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Spending Congress jeopardizes `surplus'

Like sailors on shore leave after a year at sea, Congress has a big wad of taxpayer money burning a hole in its pockets, and members seem determined to spend as much of it as they possibly can before calling it quits this year.

Particularly gung-ho with the citizenry's purse are those who're retiring or voluntarily leaving and want to slip through all their pet projects in the bedlam surrounding upcoming elections and the need to get key appropriations measures passed before adjournment.

In an all-out marathon of anything-goes funding, this Congress is on one of the biggest spending sprees in the history of the Republic. By mid-October, it had already spent $100 billion more than promised in the deal it had struck to balance the federal budget - no little irony considering that the Republican-majority's number one promise to the nation on taking control of Congress was to chop the fat out of government spending.

Those who monitor the "pork" in congressional expenditures put the total for members' favorite projects at $23 billion at mid-October, with hundreds of millions more being added right and left to every bill imaginable. "An all-out pork-a-thon," is how Kevin Hassett of the American Enterprise Institute described it. "The worst I've ever seen it," said Sen. John McCain.

The list is long; among them, money to help refurbish the time/weather-worn statute of Vulcan in Birmingham, Ala.; half a million to restore a Cleveland, Ohio, amusement park carousel; $2 million for a study on the feasibility of allowing Las Vegas gamblers to have more time at the tables and slot machines by being able to pick up airline boarding passes at their hotels instead of at the airport (itself a facility almost as big as the town where I live and built with many millions of federal dollars); etc., etc. The measures seem to be limited only by the imagination of the constituents/lobbyists involved.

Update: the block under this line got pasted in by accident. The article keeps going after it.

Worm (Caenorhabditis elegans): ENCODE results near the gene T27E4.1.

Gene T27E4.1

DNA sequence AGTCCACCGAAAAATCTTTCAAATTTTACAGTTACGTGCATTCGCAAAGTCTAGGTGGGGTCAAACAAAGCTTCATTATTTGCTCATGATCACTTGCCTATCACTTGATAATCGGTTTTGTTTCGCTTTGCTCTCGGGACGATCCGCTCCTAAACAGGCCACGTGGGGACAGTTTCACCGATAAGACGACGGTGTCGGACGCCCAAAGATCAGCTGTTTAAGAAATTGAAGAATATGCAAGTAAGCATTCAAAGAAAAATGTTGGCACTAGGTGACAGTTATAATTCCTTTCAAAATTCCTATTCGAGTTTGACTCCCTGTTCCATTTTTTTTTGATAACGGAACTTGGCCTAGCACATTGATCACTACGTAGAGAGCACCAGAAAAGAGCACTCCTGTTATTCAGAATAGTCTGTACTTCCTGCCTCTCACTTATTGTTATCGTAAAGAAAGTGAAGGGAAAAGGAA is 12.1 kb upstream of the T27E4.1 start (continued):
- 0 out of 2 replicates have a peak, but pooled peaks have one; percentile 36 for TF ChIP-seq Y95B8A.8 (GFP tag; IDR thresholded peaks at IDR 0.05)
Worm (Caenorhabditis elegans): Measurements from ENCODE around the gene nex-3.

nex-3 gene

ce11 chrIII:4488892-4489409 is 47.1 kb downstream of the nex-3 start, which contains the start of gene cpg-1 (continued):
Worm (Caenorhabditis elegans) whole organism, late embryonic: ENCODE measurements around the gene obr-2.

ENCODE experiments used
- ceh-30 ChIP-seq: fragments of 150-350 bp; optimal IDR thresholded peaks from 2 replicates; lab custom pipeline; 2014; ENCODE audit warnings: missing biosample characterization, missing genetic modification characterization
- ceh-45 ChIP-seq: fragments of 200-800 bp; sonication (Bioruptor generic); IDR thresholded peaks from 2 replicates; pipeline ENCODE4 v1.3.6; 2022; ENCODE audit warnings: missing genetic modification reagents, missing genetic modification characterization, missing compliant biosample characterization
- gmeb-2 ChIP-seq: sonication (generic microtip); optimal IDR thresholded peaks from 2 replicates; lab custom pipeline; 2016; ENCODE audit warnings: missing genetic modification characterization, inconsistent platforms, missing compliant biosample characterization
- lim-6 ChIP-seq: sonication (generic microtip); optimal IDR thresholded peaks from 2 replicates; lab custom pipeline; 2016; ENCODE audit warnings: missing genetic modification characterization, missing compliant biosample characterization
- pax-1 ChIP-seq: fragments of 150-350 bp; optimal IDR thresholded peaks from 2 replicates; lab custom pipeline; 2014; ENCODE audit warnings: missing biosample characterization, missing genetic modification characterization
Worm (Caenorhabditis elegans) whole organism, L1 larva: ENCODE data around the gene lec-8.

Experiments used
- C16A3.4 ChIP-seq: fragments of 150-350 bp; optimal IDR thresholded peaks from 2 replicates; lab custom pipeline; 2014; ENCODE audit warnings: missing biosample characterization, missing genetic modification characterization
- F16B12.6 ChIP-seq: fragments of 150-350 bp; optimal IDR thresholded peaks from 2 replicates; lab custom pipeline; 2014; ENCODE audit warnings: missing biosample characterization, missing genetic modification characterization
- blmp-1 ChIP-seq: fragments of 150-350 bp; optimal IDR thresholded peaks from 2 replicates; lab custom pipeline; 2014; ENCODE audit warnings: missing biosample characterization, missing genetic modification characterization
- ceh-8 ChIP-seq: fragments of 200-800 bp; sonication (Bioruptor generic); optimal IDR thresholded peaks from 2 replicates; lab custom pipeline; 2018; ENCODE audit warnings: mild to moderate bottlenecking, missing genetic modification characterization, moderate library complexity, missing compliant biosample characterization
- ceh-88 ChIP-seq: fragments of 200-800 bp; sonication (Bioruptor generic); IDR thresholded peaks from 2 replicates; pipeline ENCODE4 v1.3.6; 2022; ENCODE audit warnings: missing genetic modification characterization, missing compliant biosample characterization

So wild has been the spending spree that a Republican who hasn't even been elected in a free-for-all House contest in Utah was able to get Majority Leader Dick Armey to steer through two bills totaling $5 million for projects in the Salt Lake City area in order to help his election chances.

All of which may toss a king-sized monkeywrench into the platforms of presidential candidates Al Gore and George Bush, who, as their campaigns slog along to Nov. 7, are adding more and more big budget spending and tax cut items to their list of promises - based on projected 10-year surpluses of nearly $5 trillion.

In the first place, those surpluses are only statistical legerdemain, pegged to what was an extremely robust economy that is now showing signs of flagging, and could significantly reduce the expected spending pot. In the second place, congressional spending sprees now and in the future could further erode any projected surplus by hundreds of billions of dollars. It is estimated, for example, that measures being pushed through in this session alone could eat up more than $800 billion of the projected surplus, plus another couple hundred billion in extra interest payments the government would have to make.

Given that the rate of government "discretionary" spending has been growing faster than the inflation rate, on which surplus projections are based, some analysts say the bite into the surplus could be almost $1.5 trillion.

That could, over the 10-year period, wipe out the entire projected surplus and result in some serious pain as Congress and the administration tried to find ways to atone for their fiscal profligacy.

All of which only reinforces the fact that the cost of presidential campaign promises often pales beside the cost of several hundred members of Congress with their hands in the till.

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